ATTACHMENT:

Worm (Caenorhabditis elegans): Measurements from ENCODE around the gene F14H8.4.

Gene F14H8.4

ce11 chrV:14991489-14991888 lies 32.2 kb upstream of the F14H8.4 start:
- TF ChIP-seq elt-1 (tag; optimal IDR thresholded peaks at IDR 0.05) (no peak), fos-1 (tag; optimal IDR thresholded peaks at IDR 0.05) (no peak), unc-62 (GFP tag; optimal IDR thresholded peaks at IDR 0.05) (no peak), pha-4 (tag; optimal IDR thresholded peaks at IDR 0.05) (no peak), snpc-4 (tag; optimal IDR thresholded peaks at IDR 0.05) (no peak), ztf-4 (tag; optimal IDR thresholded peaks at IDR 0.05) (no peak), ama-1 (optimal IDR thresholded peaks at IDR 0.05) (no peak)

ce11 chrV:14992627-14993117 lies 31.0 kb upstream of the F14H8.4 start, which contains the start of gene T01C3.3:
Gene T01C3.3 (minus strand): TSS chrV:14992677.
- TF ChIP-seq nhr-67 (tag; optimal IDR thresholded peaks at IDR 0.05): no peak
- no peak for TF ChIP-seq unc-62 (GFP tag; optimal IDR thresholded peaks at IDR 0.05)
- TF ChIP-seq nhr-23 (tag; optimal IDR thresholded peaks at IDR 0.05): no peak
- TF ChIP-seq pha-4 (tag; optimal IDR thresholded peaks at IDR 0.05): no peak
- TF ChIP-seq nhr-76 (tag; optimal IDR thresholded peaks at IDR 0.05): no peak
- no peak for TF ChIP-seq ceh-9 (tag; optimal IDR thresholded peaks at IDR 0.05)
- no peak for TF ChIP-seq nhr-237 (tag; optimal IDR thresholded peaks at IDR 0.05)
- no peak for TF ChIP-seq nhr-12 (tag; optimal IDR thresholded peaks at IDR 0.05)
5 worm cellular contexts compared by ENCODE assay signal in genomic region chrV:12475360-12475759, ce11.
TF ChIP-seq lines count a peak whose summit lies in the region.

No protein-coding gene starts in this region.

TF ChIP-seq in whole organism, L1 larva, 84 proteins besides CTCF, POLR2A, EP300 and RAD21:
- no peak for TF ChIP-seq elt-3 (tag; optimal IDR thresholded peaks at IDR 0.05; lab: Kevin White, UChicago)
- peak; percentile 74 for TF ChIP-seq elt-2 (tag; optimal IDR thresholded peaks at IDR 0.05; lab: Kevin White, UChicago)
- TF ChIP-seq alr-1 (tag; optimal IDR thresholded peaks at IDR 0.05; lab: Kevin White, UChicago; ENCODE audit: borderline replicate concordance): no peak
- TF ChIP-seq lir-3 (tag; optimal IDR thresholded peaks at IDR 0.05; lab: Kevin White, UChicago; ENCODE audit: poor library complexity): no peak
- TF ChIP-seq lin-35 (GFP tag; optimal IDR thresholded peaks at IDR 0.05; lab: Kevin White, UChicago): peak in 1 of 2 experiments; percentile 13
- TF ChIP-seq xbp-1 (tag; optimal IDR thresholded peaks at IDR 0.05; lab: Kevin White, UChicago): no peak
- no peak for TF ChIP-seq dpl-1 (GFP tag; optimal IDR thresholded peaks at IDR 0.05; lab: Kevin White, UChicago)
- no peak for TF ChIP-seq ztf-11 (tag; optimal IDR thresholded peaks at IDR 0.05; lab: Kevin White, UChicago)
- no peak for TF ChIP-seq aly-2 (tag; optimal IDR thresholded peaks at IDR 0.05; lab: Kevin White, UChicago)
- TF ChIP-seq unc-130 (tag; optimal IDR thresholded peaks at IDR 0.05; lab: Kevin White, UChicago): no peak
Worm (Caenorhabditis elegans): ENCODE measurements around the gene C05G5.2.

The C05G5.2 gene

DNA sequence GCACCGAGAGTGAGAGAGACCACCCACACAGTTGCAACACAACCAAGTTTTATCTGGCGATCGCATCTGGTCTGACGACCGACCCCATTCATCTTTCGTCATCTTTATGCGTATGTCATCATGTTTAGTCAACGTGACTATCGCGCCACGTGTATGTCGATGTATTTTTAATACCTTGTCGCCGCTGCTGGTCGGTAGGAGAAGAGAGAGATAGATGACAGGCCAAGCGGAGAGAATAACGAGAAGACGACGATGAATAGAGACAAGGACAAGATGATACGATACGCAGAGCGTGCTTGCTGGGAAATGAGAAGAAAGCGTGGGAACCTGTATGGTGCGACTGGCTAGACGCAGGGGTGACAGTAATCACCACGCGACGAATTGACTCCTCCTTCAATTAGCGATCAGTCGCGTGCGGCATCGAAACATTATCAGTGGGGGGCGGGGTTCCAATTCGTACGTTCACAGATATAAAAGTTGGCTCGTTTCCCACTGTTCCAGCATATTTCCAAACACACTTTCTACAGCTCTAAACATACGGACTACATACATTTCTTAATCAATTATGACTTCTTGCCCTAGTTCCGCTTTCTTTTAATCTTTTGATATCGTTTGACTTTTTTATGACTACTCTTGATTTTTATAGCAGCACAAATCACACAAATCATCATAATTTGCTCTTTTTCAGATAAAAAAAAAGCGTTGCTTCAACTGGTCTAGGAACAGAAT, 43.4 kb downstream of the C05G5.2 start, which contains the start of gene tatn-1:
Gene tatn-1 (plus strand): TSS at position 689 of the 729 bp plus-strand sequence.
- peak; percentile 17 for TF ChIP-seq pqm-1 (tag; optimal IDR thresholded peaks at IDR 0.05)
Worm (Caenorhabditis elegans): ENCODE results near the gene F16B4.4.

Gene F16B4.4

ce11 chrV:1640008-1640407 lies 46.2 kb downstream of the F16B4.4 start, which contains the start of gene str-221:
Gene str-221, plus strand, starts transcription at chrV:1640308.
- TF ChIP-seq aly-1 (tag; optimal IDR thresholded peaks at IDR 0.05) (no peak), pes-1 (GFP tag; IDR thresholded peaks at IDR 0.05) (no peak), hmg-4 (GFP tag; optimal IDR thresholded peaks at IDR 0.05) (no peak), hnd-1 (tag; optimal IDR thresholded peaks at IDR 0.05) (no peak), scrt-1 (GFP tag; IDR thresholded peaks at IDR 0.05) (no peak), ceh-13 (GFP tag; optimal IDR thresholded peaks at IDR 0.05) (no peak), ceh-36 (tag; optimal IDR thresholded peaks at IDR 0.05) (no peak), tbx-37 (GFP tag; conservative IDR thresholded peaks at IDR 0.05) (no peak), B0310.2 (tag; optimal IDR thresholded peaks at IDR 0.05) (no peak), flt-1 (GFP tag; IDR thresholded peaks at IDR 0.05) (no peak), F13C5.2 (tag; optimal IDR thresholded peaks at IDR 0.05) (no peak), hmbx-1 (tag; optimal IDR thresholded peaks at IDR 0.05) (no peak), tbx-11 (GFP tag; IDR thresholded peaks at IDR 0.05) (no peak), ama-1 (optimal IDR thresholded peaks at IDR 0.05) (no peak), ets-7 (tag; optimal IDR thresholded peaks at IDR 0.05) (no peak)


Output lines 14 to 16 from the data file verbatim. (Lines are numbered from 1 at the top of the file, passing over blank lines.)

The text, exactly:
- no peak for TF ChIP-seq nhr-12 (tag; optimal IDR thresholded peaks at IDR 0.05)
5 worm cellular contexts compared by ENCODE assay signal in genomic region chrV:12475360-12475759, ce11.
TF ChIP-seq lines count a peak whose summit lies in the region.